In the 1920s the firm began representing the steel companies owned or managed by Elroy J. Kulas, including Otis Steel Company and the Midland Steel Products Company that made car frames and brakes. About the same time firm attorneys developed the land trust certificate as a way to finance new commercial buildings without paying certain high Ohio taxes. Although significant, the land trust certificate was no longer needed after Ohio changed its tax code in the 1930s. Other significant clients developed during the period who would remain clients into the 1990s and beyond were North American Coal and M.A. Hanna Co.

When Cleveland's Union Trust Company opened on December 31, 1920, firm partner Frank Ginn served as its counsel. Formed from a merger of 29 banks and savings and trust companies, the Union Trust Company was the nation's fifth largest trust company. In 1924 the partnership moved its office to the newly constructed Union Trust Building, where it remained until 1987.

The Great Depression and World War II

After the stock market crashed in 1929, many businesses declared bankruptcy or were forced to reorganize or recapitalize. Although millions of Americans lost their jobs during the Great Depression, attorneys found new ways to serve clients during the crisis. The famous bank holiday in 1933 led to the law firm helping the Union Trust Company reorganize, while the federal government forced unsound banks to close their doors. The 1935 Wagner Act revitalized the labor movement and led to new work for many labor attorneys, including those at the Cleveland firm.

In November 1938, the partnership, then known as Tolles, Hogsett & Ginn, announced a merger effective January 1, 1939 with a smaller Cleveland law firm called Day, Young, Veach & LeFever. The merged firm named Jones, Day, Cockley & Reavis consisted of 22 partners and 20 associates. The Tolles partnership chose to merge with the Day law firm primarily because of its representation of the Republic Steel Corporation and the iron firm of Cleveland Cliffs Iron Co. In 1940 the merged firm for the first time since the 1929 stock market crash enjoyed cash revenues of over $1 million.

However, America's entry into World War II resulted in 15 Jones Day lawyers leaving for military service. The firm hired additional associates; some remained after the war ended. During the war the partnership continued its litigation practice, representing its corporate clients as they geared up to meet war demands. For example, about this time firm attorneys devised a way for mining companies to create what were known as 'cost companies' as a way to decrease taxes, a mechanism that survived until 1977 as an accessible means of financing joint ventures.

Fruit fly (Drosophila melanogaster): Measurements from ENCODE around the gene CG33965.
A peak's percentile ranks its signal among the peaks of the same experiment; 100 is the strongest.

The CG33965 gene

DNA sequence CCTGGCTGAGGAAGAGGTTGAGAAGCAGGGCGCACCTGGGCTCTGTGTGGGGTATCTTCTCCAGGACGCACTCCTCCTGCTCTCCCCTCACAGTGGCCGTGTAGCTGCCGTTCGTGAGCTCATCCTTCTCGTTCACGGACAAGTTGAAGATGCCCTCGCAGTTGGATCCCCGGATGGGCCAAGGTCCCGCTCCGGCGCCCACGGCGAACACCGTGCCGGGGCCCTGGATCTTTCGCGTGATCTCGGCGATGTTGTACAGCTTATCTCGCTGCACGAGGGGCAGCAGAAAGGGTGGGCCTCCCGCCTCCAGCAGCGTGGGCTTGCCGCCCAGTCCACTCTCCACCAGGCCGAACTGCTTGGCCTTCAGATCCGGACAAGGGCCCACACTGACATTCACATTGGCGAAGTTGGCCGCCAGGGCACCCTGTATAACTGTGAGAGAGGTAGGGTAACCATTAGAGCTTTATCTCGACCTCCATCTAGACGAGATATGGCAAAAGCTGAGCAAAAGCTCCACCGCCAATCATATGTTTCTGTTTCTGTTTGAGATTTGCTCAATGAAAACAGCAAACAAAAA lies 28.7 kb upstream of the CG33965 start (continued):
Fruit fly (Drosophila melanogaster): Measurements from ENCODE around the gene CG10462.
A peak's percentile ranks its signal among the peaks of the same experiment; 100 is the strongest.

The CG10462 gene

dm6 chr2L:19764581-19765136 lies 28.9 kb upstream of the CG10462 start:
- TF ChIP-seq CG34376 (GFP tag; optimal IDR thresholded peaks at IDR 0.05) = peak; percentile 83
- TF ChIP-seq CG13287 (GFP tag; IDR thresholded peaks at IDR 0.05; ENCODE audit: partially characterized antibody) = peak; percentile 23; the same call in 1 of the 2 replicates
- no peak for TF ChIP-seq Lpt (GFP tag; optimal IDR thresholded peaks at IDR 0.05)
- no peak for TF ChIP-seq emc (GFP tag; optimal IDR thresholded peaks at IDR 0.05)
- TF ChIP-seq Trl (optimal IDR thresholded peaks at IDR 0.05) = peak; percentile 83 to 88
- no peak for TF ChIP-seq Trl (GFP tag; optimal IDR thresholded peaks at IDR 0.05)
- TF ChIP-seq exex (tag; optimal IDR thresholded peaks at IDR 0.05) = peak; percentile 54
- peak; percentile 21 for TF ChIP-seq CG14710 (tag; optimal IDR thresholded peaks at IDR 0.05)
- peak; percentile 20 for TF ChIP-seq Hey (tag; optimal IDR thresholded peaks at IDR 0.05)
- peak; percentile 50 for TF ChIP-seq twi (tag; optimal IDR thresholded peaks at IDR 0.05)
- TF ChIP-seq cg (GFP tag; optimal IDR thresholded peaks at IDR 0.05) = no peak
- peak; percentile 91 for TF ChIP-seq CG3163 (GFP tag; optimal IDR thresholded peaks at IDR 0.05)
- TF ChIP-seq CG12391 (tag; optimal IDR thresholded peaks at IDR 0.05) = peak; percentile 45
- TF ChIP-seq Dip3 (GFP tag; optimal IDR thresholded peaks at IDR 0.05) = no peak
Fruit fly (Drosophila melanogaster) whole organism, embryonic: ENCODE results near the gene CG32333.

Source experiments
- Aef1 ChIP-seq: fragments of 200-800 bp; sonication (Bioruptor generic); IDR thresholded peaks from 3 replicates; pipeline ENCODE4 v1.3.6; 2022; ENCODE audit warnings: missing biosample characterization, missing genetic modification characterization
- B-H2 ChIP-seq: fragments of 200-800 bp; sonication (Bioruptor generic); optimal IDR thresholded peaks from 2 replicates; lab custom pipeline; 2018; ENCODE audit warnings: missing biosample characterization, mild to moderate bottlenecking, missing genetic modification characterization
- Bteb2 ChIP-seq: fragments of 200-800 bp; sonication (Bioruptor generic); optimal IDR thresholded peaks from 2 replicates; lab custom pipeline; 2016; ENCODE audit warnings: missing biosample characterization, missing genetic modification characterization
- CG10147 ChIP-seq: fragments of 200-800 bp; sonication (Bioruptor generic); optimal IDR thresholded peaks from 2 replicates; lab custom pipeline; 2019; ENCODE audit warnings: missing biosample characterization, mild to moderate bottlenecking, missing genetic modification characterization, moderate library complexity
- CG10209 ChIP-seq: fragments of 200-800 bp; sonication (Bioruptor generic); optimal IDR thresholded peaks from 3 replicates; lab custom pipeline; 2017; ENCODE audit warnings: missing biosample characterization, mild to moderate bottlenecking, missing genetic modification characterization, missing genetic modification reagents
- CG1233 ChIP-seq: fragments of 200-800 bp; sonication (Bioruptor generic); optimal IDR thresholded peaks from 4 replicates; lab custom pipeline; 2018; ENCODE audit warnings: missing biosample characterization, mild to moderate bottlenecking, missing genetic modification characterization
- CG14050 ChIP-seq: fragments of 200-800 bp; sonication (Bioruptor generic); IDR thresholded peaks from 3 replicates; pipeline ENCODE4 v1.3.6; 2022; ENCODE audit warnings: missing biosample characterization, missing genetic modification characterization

In 1944, an explosion at the East Ohio Gas Company killed 130 people and destroyed about 680 homes. After immediate investigation, on the advice of Jones Day lawyers, the gas company admitted its liability in the Cleveland Plain Dealer. Thus, claims were settled without lawsuits for most victims within three months of the explosion.

Growth in the Early Post-World War II Period

In 1946 Jones Day opened its first branch office in Washington, D.C., based on one of its attorney's considerable experience in the government. That office in 1952 worked with Luther Day from the Cleveland office to fight President Truman's order that the federal government take control of most steel mills. Using his authority as commander-in-chief, the president intended to prevent a steelworkers' strike that would hurt the nation's military during the Korean War. However, the steel industry, including Republic Steel, which hired Jones Day, argued the president's order exceeded his constitutional authority. In 1952 the U.S. Supreme Court agreed with the steel industry, a ruling that helped Jones Day become a nationally recognized law firm.

In the postwar era, the firm represented two prominent financiers: Abe List, who organized the conglomerate Glen Alden Corporation that later purchased the RKO Theatres Corporation from Howard Hughes; and Cyrus Eaton and his securities firm Otis & Company.

In the 1950s Jones Day worked on securities financing for such clients as American Greetings Corporation, TRW, National City Bank of Cleveland, Sherwin-Williams Company, and the J.M. Smucker Company. It also assisted underwriters such as Smith Barney and Kidder Peabody.

The law firm in the 1960s and 1970s represented Midland-Ross Corporation in mergers with Industrial Rayon Corporation and the National Casting Company. Other corporate clients in that time period were Diamond Alkali Company, Clevite Corporation, Scott & Fetzer Company, Diamond Shamrock Corporation, and Mogul Corporation. In the 1960s, the firm's litigation practice took root with a number of significant representations, including that of General Motors in several lawsuits involving the much-maligned Corvair, as well as Firestone Tire & Rubber Co. in patent litigation involving oil-extended rubber. In 1972 Jones Day won a case that allowed Ohio banks to start branches outside their home county.